With The Return of the King, the greatest fantasy epic in film history draws to a grand and glorious conclusion. The trilogy could never fully satisfy those who remain exclusively loyal to Tolkien's expansive literature, but as a showcase for physical and technical craftsmanship it is unsurpassed in pure scale and ambition, setting milestone after cinematic milestone as Frodo and Sam continue their mission to Mordor to destroy the soul-corrupting One Ring. While the heir to the kingdom of Men, Aragorn, endures the massive battle at Minas Tirith with the allegiance of Legolas, Gimli, and Gandalf, Frodo and Sam must survive the schizoid deceptions of Gollum, who remains utterly convincing as a hybrid of performance (by Andy Serkis) and subtly nuanced computer animation. Jackson and cowriters Fran Walsh and Philippa Boyens have much ground to cover; that they do so with intense pacing and epic sweep is impressive enough, but by investing greater depth and consequence in the actions of fellow hobbits Merry (Dominic Monaghan) and Pippin (Billy Boyd), they ensure that The Return of the King maintains the trilogy's emphasis on intimate fellowship and remains faithful to Tolkien's overall vision. By ending the LOTR trilogy with noble integrity and faith in the power of imaginative storytelling, The Return of the King, like its predecessors, will stand as an adventure for the ages. --Jeff Shannon and David Horiuchi

Our Review of the Extended Edition on DVD (Dec. 14, 2004):

The extended editions of Peter Jackson's The Lord of the Rings present the greatest trilogy in film history in the most ambitious sets in DVD history. In bringing J.R.R. Tolkien's nearly unfilmable work to the screen, Jackson benefited from extraordinary special effects, evocative New Zealand locales, and an exceptionally well-chosen cast, but most of all from his own adaptation with co-writers Fran Walsh and Philippa Boyens, preserving Tolkien's vision and often his very words, but also making logical changes to accommodate the medium of film. While purists complained about these changes and about characters and scenes left out of the films, the almost two additional hours of material in the extended editions (about 11 hours total) help appease them by delving more deeply into Tolkien's music, the characters, and loose ends that enrich the story, such as an explanation of the Faramir-Denethor relationship, and the appearance of the Mouth of Sauron at the gates of Mordor. In addition, the extended editions offer more bridge material between the films, further confirming that the trilogy is really one long film presented in three pieces (which is why it's the greatest trilogy ever--there's no weak link). The scene of Galadriel's gifts to the Fellowship added to the first film proves significant over the course of the story, while the new Faramir scene at the end of the second film helps set up the third and the new Saruman scene at the beginning of the third film helps conclude the plot of the second.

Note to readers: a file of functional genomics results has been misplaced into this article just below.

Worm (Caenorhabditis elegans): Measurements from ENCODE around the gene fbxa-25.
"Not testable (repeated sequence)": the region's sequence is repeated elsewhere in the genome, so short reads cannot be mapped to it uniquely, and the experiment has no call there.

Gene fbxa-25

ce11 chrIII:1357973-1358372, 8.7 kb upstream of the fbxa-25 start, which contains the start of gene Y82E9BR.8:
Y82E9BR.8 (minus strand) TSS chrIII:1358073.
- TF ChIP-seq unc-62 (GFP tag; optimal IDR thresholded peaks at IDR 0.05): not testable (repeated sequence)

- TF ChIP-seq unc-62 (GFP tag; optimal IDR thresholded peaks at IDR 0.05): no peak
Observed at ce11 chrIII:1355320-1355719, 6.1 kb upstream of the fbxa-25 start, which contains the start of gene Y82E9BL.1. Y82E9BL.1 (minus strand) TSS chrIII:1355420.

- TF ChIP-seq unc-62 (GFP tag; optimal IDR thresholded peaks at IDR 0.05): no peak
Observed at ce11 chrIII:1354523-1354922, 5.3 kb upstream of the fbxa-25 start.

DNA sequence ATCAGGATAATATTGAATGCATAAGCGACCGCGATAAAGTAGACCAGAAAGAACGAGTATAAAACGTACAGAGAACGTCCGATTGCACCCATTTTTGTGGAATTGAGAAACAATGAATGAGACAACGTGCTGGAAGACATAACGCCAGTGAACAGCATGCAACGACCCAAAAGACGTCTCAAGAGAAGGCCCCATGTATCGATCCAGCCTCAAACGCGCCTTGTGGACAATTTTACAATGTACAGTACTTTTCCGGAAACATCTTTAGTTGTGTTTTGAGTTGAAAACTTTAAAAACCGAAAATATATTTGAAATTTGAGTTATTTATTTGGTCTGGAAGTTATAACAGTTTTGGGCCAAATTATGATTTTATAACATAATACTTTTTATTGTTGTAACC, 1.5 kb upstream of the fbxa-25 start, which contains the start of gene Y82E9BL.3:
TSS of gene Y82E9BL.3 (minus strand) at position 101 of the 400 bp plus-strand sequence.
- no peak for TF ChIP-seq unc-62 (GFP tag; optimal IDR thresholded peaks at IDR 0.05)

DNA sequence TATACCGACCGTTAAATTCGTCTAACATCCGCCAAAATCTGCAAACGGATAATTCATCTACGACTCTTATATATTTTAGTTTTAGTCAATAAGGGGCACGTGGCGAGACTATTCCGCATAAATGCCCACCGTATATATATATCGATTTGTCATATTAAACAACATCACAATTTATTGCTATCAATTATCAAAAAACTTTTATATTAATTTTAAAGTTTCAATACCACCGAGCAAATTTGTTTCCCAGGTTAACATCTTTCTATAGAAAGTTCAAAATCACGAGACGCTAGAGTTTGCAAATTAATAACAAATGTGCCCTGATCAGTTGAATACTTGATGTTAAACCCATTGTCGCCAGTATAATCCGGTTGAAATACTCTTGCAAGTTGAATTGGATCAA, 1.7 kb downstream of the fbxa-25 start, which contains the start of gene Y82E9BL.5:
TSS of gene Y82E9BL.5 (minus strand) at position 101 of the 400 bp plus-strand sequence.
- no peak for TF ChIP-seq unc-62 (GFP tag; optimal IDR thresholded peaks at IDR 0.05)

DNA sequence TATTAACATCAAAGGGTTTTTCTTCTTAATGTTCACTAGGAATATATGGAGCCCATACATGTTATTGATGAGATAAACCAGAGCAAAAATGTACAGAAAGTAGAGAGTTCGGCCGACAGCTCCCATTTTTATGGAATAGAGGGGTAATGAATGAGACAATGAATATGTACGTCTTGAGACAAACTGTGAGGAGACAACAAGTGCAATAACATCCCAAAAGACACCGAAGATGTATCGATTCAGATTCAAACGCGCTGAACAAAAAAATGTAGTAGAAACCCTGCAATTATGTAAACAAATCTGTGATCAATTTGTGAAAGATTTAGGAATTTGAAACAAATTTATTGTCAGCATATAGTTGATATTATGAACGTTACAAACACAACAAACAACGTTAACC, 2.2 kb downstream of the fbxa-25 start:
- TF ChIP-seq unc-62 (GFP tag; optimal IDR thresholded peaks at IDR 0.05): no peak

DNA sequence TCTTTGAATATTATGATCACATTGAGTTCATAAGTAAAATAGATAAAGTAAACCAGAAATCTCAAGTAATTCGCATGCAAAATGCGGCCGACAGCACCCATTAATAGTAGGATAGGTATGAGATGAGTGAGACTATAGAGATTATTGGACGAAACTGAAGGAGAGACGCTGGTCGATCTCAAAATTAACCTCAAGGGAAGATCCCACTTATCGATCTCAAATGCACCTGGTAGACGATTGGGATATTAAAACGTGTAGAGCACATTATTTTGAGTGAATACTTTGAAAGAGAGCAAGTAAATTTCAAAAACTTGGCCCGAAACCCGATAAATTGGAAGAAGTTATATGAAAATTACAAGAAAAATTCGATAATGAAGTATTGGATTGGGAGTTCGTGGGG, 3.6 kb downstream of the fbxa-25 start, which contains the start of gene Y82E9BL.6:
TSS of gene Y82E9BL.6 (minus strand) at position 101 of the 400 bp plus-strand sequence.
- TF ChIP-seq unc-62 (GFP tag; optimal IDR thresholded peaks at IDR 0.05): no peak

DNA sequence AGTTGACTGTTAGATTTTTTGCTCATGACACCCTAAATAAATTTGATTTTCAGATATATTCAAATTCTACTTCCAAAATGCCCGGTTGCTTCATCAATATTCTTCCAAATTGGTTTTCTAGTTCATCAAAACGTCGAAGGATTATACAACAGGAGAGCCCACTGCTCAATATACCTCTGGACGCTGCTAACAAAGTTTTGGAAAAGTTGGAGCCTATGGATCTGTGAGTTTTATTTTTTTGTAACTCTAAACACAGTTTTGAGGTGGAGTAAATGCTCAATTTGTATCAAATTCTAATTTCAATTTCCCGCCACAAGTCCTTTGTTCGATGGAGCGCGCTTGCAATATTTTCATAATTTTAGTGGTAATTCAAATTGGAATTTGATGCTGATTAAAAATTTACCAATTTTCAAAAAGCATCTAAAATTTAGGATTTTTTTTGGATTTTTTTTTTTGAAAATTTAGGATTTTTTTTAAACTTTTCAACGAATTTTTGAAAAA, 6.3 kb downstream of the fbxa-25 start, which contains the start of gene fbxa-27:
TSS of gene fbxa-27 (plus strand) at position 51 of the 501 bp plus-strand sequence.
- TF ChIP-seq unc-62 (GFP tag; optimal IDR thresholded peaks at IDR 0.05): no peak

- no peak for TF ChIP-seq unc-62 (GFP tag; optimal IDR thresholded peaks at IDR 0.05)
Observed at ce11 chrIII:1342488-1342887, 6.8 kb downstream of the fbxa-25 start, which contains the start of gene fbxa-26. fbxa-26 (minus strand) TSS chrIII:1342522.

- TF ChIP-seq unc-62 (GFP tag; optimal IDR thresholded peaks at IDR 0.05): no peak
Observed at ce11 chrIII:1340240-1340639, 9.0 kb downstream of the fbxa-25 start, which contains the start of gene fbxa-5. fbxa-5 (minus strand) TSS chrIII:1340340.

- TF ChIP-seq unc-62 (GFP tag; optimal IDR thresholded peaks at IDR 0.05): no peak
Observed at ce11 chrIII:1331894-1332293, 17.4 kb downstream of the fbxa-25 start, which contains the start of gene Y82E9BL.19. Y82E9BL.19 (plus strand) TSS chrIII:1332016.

To top it all off, the extended editions offer four discs per film: two for the longer movie, plus four commentary tracks and stupendous DTS 6.1 ES sound; and two for the bonus material, which covers just about everything from script creation to special effects. The argument was that fans would need both versions because the bonus material is completely different, but the features on the theatrical releases are so vastly inferior that the only reason a fan would need them would be if they wanted to watch the shorter versions they saw in theaters (the last of which, The Return of the King, merely won 11 Oscars). The LOTR extended editions without exception have set the DVD standard by providing a richer film experience that pulls the three films together and further embraces Tolkien's world, a reference-quality home theater experience, and generous, intelligent, and engrossing bonus features. --David Horiuchi

(* = affiliate link / image source: Amazon partner program)